For better or for worse, 46-year-old UFC legend Anderson Silva will return to the familiar platform of pay-per-view fighting on Saturday, only this time it will come in the sport of boxing. 

Silva (34-11, 1 NC in MMA) will take on former boxing middleweight titleholder Julio Cesar Chavez Jr. (52-5-1, 34 KOs) in an eight-round professional bout at Estadio Jalisco in Guadalajara, Mexico. The bout shares co-billing with an exhibition pairing Mexican legend Julio Cesar Chavez Sr. against Hector Camacho Jr. 

It may have been many decades ago but Silva, the former UFC middleweight champion, took part in a pair of professional boxing matches in his native Brazil — in 1998 and 2005 — and finished with a record of 1-1. This time the stakes and level of attention placed upon the fight are much different, as is the contracted weight.  

According to Silva, this weekend’s celebrity fight was contracted for 82.5 kilos, which equates to roughly 181 pounds. What makes that significant is that Silva fought most of his MMA career at 185 pounds, along with a handful of spinoff fights as high as 205 pounds. Chavez, on the other hand, won a world title at 160 pounds in boxing yet never won a meaningful fight again above that weight despite multiple attempts to resurrect his career at 168 and 175 pounds.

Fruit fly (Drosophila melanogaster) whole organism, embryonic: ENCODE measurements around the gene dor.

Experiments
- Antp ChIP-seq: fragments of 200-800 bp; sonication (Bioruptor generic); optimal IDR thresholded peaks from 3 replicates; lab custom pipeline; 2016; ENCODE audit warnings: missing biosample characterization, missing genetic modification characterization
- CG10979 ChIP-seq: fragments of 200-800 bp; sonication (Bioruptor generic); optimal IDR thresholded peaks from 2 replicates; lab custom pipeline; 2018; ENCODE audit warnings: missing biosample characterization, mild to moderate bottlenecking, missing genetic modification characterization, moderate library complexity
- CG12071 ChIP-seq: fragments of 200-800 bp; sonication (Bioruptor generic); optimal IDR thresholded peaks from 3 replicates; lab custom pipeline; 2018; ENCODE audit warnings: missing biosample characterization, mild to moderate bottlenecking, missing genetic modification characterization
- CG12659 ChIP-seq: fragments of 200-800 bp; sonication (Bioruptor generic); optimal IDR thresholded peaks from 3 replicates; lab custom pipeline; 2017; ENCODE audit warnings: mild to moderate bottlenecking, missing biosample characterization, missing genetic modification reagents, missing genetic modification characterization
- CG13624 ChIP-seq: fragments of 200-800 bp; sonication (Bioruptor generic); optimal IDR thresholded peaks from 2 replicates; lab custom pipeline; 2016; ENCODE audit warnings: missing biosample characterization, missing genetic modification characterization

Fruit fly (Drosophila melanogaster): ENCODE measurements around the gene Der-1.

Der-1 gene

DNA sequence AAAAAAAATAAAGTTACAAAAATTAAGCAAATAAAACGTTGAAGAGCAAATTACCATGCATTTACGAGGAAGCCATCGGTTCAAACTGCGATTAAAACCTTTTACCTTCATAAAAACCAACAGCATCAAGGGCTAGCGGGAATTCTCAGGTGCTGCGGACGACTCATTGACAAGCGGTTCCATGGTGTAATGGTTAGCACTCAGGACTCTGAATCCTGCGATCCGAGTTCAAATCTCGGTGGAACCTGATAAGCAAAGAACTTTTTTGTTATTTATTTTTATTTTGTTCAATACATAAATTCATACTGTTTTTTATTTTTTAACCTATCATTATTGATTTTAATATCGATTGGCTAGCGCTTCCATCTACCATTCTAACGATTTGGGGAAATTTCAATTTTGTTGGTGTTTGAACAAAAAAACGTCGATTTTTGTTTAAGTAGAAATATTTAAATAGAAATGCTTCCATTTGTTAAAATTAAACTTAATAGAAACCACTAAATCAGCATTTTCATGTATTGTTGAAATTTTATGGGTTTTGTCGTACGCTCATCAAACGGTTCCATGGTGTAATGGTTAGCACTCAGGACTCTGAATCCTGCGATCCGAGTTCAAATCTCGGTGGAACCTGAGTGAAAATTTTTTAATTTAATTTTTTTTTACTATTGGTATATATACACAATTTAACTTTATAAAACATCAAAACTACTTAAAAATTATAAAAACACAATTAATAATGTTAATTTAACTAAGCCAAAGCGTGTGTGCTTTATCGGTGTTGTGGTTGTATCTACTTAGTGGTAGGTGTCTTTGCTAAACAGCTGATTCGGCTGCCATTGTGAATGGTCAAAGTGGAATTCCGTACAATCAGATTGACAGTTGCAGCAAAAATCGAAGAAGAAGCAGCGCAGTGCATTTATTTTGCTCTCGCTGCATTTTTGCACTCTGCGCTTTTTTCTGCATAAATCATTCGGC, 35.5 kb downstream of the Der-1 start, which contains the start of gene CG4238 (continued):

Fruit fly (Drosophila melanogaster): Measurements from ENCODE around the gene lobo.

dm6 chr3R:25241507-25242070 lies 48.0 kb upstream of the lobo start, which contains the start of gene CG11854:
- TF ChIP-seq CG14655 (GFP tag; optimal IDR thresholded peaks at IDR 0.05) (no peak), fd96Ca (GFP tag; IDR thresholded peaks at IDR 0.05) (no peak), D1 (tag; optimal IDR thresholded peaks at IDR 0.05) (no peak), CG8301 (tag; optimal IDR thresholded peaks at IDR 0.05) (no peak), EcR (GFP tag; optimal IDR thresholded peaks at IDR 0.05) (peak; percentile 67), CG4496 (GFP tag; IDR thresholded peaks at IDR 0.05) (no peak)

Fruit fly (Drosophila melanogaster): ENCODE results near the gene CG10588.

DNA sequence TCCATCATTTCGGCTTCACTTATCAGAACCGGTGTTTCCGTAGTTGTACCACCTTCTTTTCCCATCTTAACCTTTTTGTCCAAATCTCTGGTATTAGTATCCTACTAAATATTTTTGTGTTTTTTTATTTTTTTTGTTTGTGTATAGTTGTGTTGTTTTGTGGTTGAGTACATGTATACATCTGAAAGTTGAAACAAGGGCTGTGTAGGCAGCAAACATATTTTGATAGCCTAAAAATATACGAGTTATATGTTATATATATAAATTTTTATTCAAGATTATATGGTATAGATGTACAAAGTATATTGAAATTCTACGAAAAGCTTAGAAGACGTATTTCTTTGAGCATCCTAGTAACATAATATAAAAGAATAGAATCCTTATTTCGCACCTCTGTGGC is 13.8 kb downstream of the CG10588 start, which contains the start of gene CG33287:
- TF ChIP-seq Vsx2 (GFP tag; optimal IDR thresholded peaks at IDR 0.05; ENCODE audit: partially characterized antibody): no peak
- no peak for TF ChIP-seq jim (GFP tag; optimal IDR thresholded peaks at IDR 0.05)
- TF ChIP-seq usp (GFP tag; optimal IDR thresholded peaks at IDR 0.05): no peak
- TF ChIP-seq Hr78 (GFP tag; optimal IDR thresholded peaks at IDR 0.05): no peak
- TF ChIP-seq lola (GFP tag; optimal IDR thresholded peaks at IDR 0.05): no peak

In fact, it’s that Chavez, 35, has become such a laughing stock in professional boxing due to his lack of professionalism — from drug suspensions and a lack of discipline in training to outright quitting in the middle of fights — that has the potential to make this circus matchup oddly competitive.  

As long as Silva can make the weight in a healthy manner at his age, he will have enough of a size advantage on the chronically underachieving Chavez that this could get interesting.  

“We hope so [that Silva made a mistake accepting the fight,]” Chavez’s father, Julio Sr., told “Morning Kombat” on Thursday. “The thing that worries me about this fight is the weight. My son has never fought at this weight before so it is something that I am very worried about.” 

As far as his recent track record, Chavez has been horrible. He asked out of a fight against light heavyweight Andrzej Fonfara in 2015 when they met at a catchweight of 172 pounds. Chavez was also lifeless and unwilling to let his hands go in a PPV loss to pound-for-pound king Canelo Alvarez in 2017.  

The last fight of major note for Chavez came against former middleweight champion Daniel Jacobs in 2019 when Chavez, after failing to make weight, asked out of the fight again claiming injury and was pelted with trash and beer by the pro-Mexican crowd in Phoenix. Chavez’s next fight against unbeaten Mario Abel Cazares ended in a technical decision loss after an accidental cut forced Chavez to retire once again. 

“In the contract, it’s 82.5 kilos and that’s a good challenge for us — for Chavez and for me, too,” Silva told “Morning Kombat” this week. “But I think everyone is prepared for that and are prepared to make a good show in this fight.